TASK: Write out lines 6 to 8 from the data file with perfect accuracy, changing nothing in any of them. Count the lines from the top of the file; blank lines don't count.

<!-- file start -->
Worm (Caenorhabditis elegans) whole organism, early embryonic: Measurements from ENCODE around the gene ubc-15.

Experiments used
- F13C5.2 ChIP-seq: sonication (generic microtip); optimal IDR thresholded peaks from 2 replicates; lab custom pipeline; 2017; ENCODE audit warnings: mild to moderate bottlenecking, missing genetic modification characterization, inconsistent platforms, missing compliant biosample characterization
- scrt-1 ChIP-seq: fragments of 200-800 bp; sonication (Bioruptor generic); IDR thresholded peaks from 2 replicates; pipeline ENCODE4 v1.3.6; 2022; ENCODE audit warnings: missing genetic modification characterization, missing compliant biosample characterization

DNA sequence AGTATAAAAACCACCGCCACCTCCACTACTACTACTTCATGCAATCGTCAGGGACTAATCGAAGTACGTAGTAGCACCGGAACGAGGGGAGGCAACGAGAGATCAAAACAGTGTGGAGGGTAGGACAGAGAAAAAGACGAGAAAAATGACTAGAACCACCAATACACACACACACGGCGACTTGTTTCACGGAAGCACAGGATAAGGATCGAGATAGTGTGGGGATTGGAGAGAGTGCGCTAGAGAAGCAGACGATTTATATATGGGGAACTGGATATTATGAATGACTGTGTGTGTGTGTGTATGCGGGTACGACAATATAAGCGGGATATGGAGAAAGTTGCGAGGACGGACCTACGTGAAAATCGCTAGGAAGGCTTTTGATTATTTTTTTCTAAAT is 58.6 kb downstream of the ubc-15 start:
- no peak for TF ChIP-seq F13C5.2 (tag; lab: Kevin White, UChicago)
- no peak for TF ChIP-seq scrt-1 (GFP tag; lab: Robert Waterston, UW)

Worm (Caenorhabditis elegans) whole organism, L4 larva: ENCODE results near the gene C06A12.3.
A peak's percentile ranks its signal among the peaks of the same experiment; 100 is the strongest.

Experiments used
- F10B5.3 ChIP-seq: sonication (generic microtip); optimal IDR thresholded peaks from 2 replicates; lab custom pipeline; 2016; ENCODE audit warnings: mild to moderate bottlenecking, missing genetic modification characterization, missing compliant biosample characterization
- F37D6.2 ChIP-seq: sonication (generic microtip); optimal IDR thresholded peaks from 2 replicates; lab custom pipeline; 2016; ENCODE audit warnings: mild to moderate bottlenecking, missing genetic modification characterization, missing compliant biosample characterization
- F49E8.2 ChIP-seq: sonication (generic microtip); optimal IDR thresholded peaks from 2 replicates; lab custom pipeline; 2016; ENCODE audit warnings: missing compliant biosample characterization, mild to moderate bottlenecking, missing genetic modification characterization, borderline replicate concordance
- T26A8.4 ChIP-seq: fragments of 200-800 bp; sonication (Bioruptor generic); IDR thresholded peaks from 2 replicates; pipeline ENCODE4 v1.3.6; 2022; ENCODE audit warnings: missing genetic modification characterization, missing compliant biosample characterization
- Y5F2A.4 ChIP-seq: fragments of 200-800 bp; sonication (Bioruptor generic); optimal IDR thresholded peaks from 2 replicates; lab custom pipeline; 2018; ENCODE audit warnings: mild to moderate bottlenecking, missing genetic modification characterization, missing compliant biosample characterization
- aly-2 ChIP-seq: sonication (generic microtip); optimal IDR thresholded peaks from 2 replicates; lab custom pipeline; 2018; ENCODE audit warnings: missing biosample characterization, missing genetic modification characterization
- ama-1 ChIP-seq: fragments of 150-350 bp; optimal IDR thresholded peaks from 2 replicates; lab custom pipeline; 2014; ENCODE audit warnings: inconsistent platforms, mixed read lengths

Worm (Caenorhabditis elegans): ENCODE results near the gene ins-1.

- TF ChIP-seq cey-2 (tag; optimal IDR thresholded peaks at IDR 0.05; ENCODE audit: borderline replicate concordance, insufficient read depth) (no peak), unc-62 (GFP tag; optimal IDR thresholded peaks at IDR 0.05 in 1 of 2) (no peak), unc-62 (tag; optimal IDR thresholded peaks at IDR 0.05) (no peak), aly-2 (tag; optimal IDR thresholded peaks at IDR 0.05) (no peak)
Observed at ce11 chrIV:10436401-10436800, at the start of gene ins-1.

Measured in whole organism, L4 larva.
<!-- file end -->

- no peak for TF ChIP-seq F13C5.2 (tag; lab: Kevin White, UChicago)
- no peak for TF ChIP-seq scrt-1 (GFP tag; lab: Robert Waterston, UW)

Worm (Caenorhabditis elegans) whole organism, L4 larva: ENCODE results near the gene C06A12.3.